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Location Guide: Intro to the USA

This post begins my series of location guides, detailing my travels with tips and information I’ve learned along the way. These posts will be from my perspective as an Australian traveller, but I’ll try to make notes where information would be completely different for those of different nationalities. This post is an intro to travel in the USA, with specific city guides to follow. 

Country: United States of America
Currency:
USD $
Easiest Airport to Fly Into:
Los Angeles International Airport (LAX), but direct flights also available to San Francisco, and connecting flights to all other major cities
Major Airlines: Delta, American Airlines, United, Virgin America, Southwest
Official Language: English, but Spanish widely spoken
Drinking Age: 21

Top Tips: 

  • If you’re from Australia (or other countries on the Visa Waiver Program) you’ll need to apply for an ESTA Travel Authorisation before heading overseas. It’s super easy to complete, and is usually approved straight away. It’s tied to your passport, so while I would recommend printing your confirmation, you don’t need to actually show any documentation on arrival. There is a fee of $14USD, but your ESTA approval lasts for two years.
  • Tipping is a big deal in the USA. If you’re coming from Australia like me, tipping is a bit of a bizarre concept to get your head around as it’s not something that happens here. The best rules I’ve been given to get my head around tipping are:
    • At a restaurant/diner/cafe etc. make sure you tip at least double the amount of sales tax listed. Most receipts list the “recommended” tip at three different percentages which makes it easier. No need to tip anywhere that just has counter service (i.e. fast food restaurants, starbucks, etc.)
    • If you’re drinking at a bar, tip at least $1 per drink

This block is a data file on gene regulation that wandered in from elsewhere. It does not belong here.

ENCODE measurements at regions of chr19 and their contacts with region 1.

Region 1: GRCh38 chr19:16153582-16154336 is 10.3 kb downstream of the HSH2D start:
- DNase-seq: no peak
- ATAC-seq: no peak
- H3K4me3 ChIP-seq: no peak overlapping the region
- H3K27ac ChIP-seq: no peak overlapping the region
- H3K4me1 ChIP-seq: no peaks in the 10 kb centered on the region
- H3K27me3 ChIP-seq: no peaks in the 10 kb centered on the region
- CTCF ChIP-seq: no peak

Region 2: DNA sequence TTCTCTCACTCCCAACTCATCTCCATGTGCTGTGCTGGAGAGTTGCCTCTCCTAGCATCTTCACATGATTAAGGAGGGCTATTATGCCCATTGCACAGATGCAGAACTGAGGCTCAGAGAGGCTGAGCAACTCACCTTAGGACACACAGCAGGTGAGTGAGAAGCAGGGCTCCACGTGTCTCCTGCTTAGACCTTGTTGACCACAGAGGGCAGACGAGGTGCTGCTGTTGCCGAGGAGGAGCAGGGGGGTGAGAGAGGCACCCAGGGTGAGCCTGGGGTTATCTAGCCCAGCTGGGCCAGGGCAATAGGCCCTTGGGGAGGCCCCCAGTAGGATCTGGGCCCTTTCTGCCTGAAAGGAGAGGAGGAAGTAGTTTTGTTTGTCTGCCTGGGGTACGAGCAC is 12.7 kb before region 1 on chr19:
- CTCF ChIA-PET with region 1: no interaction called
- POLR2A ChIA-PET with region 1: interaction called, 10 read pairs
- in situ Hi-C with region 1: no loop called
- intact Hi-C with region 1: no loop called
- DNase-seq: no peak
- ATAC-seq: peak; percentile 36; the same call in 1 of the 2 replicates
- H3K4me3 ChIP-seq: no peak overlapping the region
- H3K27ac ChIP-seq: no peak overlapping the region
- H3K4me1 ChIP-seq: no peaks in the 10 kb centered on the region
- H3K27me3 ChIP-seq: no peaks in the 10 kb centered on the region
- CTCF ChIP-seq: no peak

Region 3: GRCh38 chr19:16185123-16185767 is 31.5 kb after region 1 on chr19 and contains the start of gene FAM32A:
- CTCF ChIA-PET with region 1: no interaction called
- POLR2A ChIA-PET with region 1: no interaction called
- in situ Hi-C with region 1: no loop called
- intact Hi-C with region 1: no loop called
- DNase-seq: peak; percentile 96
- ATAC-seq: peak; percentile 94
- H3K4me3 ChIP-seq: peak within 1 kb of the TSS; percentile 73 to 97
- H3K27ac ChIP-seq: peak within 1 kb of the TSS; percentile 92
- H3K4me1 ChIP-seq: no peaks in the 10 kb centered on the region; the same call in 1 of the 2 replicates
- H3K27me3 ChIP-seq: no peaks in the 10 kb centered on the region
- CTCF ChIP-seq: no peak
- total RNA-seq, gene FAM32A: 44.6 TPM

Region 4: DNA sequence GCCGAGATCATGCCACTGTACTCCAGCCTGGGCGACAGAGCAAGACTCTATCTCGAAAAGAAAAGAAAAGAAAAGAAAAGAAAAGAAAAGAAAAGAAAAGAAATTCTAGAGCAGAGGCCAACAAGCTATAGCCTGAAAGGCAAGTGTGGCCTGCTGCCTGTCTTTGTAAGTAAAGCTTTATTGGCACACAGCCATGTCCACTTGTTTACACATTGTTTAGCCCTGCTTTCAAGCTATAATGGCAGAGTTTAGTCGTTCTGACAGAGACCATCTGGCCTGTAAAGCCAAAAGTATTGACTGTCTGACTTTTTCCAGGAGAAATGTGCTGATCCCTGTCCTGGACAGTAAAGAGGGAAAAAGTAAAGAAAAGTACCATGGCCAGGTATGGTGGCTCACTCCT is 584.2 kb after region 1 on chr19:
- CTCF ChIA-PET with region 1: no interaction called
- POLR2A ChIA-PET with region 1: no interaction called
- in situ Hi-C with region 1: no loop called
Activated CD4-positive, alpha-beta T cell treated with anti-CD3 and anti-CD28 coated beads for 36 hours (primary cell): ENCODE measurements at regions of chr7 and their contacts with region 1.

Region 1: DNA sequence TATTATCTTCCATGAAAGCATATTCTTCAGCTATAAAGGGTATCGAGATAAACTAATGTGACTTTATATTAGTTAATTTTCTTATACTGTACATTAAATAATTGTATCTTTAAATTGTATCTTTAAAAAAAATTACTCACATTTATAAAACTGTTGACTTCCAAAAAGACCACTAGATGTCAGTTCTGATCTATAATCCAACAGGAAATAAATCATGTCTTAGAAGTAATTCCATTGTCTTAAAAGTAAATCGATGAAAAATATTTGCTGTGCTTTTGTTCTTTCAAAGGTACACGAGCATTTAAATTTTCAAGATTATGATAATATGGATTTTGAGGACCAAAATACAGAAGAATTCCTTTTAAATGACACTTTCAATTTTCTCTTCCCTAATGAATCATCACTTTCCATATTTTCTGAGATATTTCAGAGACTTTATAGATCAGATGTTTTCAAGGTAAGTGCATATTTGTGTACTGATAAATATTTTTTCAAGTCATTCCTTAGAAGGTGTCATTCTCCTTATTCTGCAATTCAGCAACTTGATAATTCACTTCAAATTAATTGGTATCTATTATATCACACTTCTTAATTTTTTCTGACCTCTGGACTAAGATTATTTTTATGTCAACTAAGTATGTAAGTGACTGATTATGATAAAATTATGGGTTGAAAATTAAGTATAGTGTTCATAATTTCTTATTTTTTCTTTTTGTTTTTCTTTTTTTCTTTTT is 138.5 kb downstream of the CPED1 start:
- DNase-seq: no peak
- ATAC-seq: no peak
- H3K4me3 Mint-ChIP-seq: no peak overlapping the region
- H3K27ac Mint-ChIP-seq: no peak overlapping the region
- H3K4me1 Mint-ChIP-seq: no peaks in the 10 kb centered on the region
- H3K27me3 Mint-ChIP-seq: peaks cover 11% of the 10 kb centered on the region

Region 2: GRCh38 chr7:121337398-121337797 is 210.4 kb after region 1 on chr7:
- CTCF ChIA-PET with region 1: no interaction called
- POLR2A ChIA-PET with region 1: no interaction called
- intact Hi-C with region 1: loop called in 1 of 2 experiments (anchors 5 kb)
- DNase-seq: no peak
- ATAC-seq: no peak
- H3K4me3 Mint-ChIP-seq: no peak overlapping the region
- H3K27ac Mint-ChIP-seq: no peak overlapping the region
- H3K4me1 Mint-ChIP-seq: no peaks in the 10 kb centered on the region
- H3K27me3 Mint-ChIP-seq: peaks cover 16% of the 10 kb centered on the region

• Tip anyone who carries your luggage at least $1 per bag
    • Tip shuttle drivers (to the airport, etc.) 20% of your fare (if you prebook through a company such as SuperShuttle they have the option of adding this to your online payment), and if it’s a free hotel shuttle tip at least $1
    • Don’t forget to leave a tip for your hotel maid. I generally leave $1 on the desk with a “thank you!” message each day of my stay.
  • In a lot of states sales tax isn’t added to the price you see on the tag. So while that top may say it costs $9.99, remember that there’s a very good chance your total could be up to 10% more than that. Fellow Aussies, just imagine that our prices don’t include GST and calculate accordingly.
  • Depending on where (and when) you want to go, domestic flights within the USA can be quite cheap. There are so many airlines to choose from and if you’re not completely tied to one airline, you can usually get a good deal. Otherwise, other easy ways to get around include Amtrak trains, or bus services such as Greyhound or Megabus. I was quite hesitant the first time I used a bus for long distance travel in the states (don’t get me started on the state of bus and train travel in Australia), but was pleasantly surprised with the experience. For example, you can catch a Megabus from LA to San Francisco from just $5, and most of the buses have wifi and power outlets on board! As long as you don’t mind a long trip, this is a super simple and cost effective way to get around.
  • Be prepared to take off your shoes at the airport. Plan ahead and wear shoes that you can slip on and off with ease, otherwise you’ll be holding up a queue of frustrated travellers while you try and undo all of the laces on your boots. It’s annoying, but being prepared definitely simplifies the process.
  • Eat all of the chicken and waffles you can. I gained the 5kgs I had worked super hard to lose pre-holiday back just by eating chicken and waffles at every given opportunity, and honestly do not regret a thing. If you, too, come from a dark land where this delicacy is not readily available, take advantage while you can.
  • If you’re on a budget, most places you go will have free refills on soda and coffee, so sticking to soda, coffee and water will get you fully hydrated (and caffeinated, and sugar-filled) with a minimal spend.

Watch out for my city-specific location guides over the next few weeks!

Happy travels!

Gx

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